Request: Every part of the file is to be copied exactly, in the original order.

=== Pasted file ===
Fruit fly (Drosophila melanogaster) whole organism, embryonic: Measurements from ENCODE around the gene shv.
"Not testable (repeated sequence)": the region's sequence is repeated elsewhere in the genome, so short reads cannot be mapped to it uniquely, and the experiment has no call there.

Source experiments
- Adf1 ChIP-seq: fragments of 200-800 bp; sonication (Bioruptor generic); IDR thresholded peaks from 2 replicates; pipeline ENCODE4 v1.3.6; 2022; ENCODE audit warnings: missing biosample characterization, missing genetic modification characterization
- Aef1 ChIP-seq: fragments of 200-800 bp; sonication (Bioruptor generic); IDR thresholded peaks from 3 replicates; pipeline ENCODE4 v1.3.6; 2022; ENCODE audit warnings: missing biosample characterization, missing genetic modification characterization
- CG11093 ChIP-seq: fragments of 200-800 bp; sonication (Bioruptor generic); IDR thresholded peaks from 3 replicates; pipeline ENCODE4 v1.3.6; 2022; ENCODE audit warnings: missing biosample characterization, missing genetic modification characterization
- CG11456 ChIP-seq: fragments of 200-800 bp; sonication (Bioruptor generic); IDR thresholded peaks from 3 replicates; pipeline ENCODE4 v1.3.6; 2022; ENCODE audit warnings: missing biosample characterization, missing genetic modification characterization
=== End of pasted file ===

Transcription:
Fruit fly (Drosophila melanogaster) whole organism, embryonic: Measurements from ENCODE around the gene shv.
"Not testable (repeated sequence)": the region's sequence is repeated elsewhere in the genome, so short reads cannot be mapped to it uniquely, and the experiment has no call there.

Source experiments
- Adf1 ChIP-seq: fragments of 200-800 bp; sonication (Bioruptor generic); IDR thresholded peaks from 2 replicates; pipeline ENCODE4 v1.3.6; 2022; ENCODE audit warnings: missing biosample characterization, missing genetic modification characterization
- Aef1 ChIP-seq: fragments of 200-800 bp; sonication (Bioruptor generic); IDR thresholded peaks from 3 replicates; pipeline ENCODE4 v1.3.6; 2022; ENCODE audit warnings: missing biosample characterization, missing genetic modification characterization
- CG11093 ChIP-seq: fragments of 200-800 bp; sonication (Bioruptor generic); IDR thresholded peaks from 3 replicates; pipeline ENCODE4 v1.3.6; 2022; ENCODE audit warnings: missing biosample characterization, missing genetic modification characterization
- CG11456 ChIP-seq: fragments of 200-800 bp; sonication (Bioruptor generic); IDR thresholded peaks from 3 replicates; pipeline ENCODE4 v1.3.6; 2022; ENCODE audit warnings: missing biosample characterization, missing genetic modification characterization